I couldn't put off planting the Yukon gold potatoes any longer, so I started digging holes in the bed I had tilled yesterday. This potato bed wouldn't be as large as the one I planted last week, because I'm at that area of the North Garden where there are still old roots from the maple tree that used to reside there. I still managed to get 28 hills of potatoes planted, and I'm sure that will be more than enough for us.
Next to the potato bed, I dug a 1' wide future cabbage bed. I think there might still be room for a wide row of leeks, if the seedlings ever get large enough to plant. That will be all that can be planted in that section though, as the big roots are right at the surface. I set a couple of concrete blocks over the surface roots, and zip tied a garden sprinkler to them. The oscillating sprinkler waters most of the North garden. Moving on toward the east, I dug all the soil from the old barrel that held winter squash plants last year, and moved it out of the garden. It will be repurposed as a container for cucumbers, up against the fence. The soil that was removed was mounded right in the middle of that garden section, and will be planted with three hills of butternut squash in May.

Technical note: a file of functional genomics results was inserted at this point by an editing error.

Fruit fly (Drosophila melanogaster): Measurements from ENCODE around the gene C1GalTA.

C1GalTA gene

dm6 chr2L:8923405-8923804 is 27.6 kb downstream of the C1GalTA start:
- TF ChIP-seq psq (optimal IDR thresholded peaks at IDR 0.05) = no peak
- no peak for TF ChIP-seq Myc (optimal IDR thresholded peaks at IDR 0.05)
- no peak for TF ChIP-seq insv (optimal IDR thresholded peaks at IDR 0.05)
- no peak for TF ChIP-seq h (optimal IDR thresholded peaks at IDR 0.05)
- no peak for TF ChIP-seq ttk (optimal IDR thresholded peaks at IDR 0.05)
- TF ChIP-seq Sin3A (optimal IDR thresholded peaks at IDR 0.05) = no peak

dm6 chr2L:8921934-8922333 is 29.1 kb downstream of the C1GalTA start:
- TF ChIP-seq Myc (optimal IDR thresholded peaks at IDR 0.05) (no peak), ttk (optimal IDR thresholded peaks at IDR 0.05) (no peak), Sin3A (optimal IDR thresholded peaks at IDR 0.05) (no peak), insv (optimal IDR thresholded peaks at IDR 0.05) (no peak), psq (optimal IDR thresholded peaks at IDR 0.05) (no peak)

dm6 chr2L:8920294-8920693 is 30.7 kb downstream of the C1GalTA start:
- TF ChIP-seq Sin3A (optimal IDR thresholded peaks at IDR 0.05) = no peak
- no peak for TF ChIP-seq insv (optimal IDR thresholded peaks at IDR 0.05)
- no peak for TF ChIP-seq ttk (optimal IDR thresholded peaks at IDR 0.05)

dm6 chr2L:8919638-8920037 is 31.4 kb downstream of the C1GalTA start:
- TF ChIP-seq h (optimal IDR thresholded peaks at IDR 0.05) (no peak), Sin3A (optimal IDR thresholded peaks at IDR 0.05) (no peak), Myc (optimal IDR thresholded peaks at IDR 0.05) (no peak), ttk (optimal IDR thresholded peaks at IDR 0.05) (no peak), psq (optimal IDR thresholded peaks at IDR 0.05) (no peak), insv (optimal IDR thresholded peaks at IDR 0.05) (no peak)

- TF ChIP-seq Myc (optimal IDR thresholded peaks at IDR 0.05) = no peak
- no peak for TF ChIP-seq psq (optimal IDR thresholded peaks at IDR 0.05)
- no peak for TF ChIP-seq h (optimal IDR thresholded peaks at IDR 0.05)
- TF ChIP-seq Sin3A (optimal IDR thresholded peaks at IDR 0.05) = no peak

Yukon Gold potato bed, framed in bright red yarn, future cabbage bed to the right, possible spot for the leeks, then the sprinkler setup. The hose is coiled over the mound of soil that will be planted to squash.
Next I went to work on the strawberry bed, cutting off all the dead leaves, and doing general cleanup. I sprinkled on some fertilizer, then scratched it in with my long handled cultivator (which kept losing its "claw").
Strawberry bed cleaned up and fertilized. Notice last year's broccoli at the end of the strawberry bed. It was one long stem, with broccoli growing at each end, so I covered the center of the stem and held it down with the frogs on a rock. It's loaded with shoots!
A bit of leveling, weed hoing and cleanup of the debris, and the North Garden was all ready for future plantings. I hooked up the hose to the sprinkler and checked it out to make sure it was in the right spot for complete coverage, then called it a day.
As I exited through the east garden gate, I rolled it over my foot for the hundredth time. Some day maybe I'll learn to keep my foot out of the way. Then again, maybe I won't.